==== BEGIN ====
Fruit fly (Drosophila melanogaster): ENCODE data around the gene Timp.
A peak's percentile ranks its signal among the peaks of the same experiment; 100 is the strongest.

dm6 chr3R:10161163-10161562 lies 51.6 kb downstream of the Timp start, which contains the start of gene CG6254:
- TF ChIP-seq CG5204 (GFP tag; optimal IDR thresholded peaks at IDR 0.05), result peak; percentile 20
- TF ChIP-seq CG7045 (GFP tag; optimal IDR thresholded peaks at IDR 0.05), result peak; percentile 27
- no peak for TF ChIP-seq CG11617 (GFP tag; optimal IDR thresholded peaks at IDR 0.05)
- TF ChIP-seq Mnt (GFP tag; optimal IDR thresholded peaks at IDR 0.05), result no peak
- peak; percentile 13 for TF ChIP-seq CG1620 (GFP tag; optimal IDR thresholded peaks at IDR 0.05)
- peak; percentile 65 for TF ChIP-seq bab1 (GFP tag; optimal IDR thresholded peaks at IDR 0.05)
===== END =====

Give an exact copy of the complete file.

Fruit fly (Drosophila melanogaster): ENCODE data around the gene Timp.
A peak's percentile ranks its signal among the peaks of the same experiment; 100 is the strongest.

dm6 chr3R:10161163-10161562 lies 51.6 kb downstream of the Timp start, which contains the start of gene CG6254:
- TF ChIP-seq CG5204 (GFP tag; optimal IDR thresholded peaks at IDR 0.05), result peak; percentile 20
- TF ChIP-seq CG7045 (GFP tag; optimal IDR thresholded peaks at IDR 0.05), result peak; percentile 27
- no peak for TF ChIP-seq CG11617 (GFP tag; optimal IDR thresholded peaks at IDR 0.05)
- TF ChIP-seq Mnt (GFP tag; optimal IDR thresholded peaks at IDR 0.05), result no peak
- peak; percentile 13 for TF ChIP-seq CG1620 (GFP tag; optimal IDR thresholded peaks at IDR 0.05)
- peak; percentile 65 for TF ChIP-seq bab1 (GFP tag; optimal IDR thresholded peaks at IDR 0.05)